finding that passenger in a vehicle on a public highway was in a public place for purposes of public intoxication statuteSummary of this case from Wright v. State
June 30, 1983.
Appeal from the Circuit Court, Howard County, Eleanor B. Stein, J.
James R. Fleming, Howard County Public Defender, Kokomo, for appellant.
Linley E. Pearson, Atty. Gen. of Ind., Louis E. Ransdell, Deputy Atty. Gen., Indianapolis, for appellee.
Patricia M. Atkins (Atkins) appeals her conviction of public intoxication, I.C. 7.1-5-1-3 (Burns Code Ed., Supp. 1982). She raises two issues on appeal:
1) whether a passenger in an automobile traveling on a public highway is in a public place; and,
2) whether the evidence is sufficient to support her conviction.
I.C. 7.1-5-1-3 states:
"It is a class B misdemeanor for a person to be in a public place or a place of public resort in a state of intoxication."
Atkins was a passenger in an automobile traveling on a public highway when it was stopped by police officers. Subsequently, the driver and the seven passengers were requested and did exit the automobile. Atkins argues she was not "in a public place" because she was in a private automobile until she voluntarily exited the vehicle at the officer's request.
Atkins' specific argument was rejected in Miles v. State, (1966) 247 Ind. 423, 216 N.E.2d 847 where our supreme court held a person in a motor vehicle stopped along the traveled portion of a highway was in a public place. Therefore, the facts surrounding Atkins exit of the automobile are irrelevant. So, too, are the facts as to the vehicle moving or not moving and its windows and doors being closed or not closed.
We are cognizant of the case law holding intoxicated passengers in private vehicles are not "in a public place" within the meaning of public intoxication statutes as expressed in Brown v. State, (1955) Ala., 38 Ala. App. 312, 82 So.2d 806, and Atkins v. City of Tarrant City, (1979) Ala. Cr. App., 369 So.2d 322.
However, in Indiana, the legislature's silence evidences its acquiescence in the existing judicial interpretation of our public intoxication statute. The only change in this statute since Miles v. State, (1966) 247 Ind. 423, 216 N.E.2d 847, was in 1978 when the penalty was changed, making violation a class B misdemeanor. See Burns Stat. § 12-611 (1956 Repl.); I.C. 7-1-1-32(11) (Burns Code Ed., 1972); I.C. 7.1-5-1-3 (Burns Code Ed., 1978); I.C. 7.1-5-1-3 (Burns Code Ed., 1982 Supp.).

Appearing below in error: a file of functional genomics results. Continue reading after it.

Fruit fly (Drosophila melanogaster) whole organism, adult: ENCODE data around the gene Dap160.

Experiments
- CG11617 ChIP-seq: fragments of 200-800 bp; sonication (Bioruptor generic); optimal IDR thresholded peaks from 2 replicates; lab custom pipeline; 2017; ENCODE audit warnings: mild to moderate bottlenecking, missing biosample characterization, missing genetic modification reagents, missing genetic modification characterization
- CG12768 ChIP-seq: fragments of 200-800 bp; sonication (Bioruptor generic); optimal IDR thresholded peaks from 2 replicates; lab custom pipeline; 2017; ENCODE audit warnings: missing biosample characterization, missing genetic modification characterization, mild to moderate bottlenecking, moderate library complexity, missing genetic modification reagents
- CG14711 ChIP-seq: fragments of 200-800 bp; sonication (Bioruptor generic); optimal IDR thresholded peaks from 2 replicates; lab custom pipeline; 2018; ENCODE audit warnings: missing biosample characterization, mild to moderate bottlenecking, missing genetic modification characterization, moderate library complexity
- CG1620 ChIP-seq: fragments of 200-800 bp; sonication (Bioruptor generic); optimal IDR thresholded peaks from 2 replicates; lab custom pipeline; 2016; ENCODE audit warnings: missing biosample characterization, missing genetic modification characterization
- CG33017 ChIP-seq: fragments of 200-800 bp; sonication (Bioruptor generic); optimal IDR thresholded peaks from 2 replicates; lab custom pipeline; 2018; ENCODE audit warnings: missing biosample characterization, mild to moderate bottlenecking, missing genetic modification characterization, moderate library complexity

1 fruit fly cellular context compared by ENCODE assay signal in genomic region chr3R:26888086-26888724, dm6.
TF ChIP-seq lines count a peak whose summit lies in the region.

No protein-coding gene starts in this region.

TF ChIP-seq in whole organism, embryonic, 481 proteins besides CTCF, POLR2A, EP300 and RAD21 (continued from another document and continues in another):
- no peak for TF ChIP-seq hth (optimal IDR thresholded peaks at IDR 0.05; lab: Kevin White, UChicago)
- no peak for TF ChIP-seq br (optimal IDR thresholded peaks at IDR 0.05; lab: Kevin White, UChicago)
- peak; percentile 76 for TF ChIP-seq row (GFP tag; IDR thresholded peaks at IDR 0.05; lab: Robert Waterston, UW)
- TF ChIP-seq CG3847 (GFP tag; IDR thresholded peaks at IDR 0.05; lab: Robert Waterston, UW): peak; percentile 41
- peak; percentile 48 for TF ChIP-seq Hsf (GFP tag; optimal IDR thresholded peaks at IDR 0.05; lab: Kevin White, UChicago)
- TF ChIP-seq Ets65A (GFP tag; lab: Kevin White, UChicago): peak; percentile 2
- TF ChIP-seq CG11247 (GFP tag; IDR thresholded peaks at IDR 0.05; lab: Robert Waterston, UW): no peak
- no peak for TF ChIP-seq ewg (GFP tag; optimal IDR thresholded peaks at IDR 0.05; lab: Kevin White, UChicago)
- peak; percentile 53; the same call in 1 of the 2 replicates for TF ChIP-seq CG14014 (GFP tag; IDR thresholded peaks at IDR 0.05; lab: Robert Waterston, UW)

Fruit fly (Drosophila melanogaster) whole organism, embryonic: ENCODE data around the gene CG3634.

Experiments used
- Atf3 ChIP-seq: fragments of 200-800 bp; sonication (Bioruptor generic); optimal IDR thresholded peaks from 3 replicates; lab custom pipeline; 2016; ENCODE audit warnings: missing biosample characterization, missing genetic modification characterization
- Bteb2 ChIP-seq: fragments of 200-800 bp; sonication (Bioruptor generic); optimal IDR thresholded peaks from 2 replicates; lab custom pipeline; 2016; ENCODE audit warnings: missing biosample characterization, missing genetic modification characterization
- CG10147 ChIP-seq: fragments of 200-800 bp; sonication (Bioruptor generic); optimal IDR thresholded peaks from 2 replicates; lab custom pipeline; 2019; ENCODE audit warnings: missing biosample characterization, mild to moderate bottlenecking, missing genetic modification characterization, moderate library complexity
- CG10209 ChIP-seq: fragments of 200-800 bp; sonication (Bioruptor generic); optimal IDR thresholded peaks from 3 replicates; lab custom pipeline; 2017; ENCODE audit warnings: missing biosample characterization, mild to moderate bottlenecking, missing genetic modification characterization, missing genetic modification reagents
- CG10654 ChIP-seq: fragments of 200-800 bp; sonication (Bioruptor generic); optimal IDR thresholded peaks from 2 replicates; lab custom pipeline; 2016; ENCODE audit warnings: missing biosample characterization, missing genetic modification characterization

We are not persuaded by Atkins' argument that the statute which criminalizes intoxication in or upon a common carrier, public transport, or depot, station, etc., I.C. 7.1-5-1-6 (Burns Code Ed., Supp. 1982), evidences a legislative intent not to expose persons to criminal liability for being intoxicated as a passenger in a private vehicle. This argument is also answered by Miles because public intoxication in or upon a common carrier, public transport, or depot, station, etc. was criminalized by Burns Stat. § 12-616 (1956 Repl.). Therefore, the legislature's intent in enacting the public intoxication statute is not in issue. The only issue is what the language is and that is undisputed.
Atkins' second issue is the sufficiency of the evidence to support her conviction for public intoxication. Our standard of review of the sufficiency of the evidence in criminal cases is well established. We neither reweigh the evidence nor judge the credibility of the witnesses; rather, we look only to the evidence most favorable to the state and all reasonable inferences therefrom. If there is substantial evidence of probative value to support the conclusion of the trier of fact, the judgment will be affirmed. Gross v. State, (1983) Ind., 444 N.E.2d 296.
The evidence is sufficient to support the conviction. A non-expert witness may offer an opinion on intoxication. New v. State, (1970) 254 Ind. 307, 259 N.E.2d 696. The arresting officer testified Atkins was unsteady on her feet, had an alcoholic odor about her breath and person, and was arrested due to her condition and actions at the scene. He further testified it was his opinion she was intoxicated. Although Atkins disputed the officer's opinion as to her intoxication, despite admitting the consumption of two beers, the trier of fact chose to believe the arresting officer, as was its prerogative.
The record reveals the existence of evidence in addition to that found to be insufficient proof of public intoxication in Irwin v. State, (1978) Ind. App., 178 Ind. App. 676, 383 N.E.2d 1086 (odor of alcohol, admission of recent consumption of beer).
BUCHANAN, C.J., and SULLIVAN, J., concur.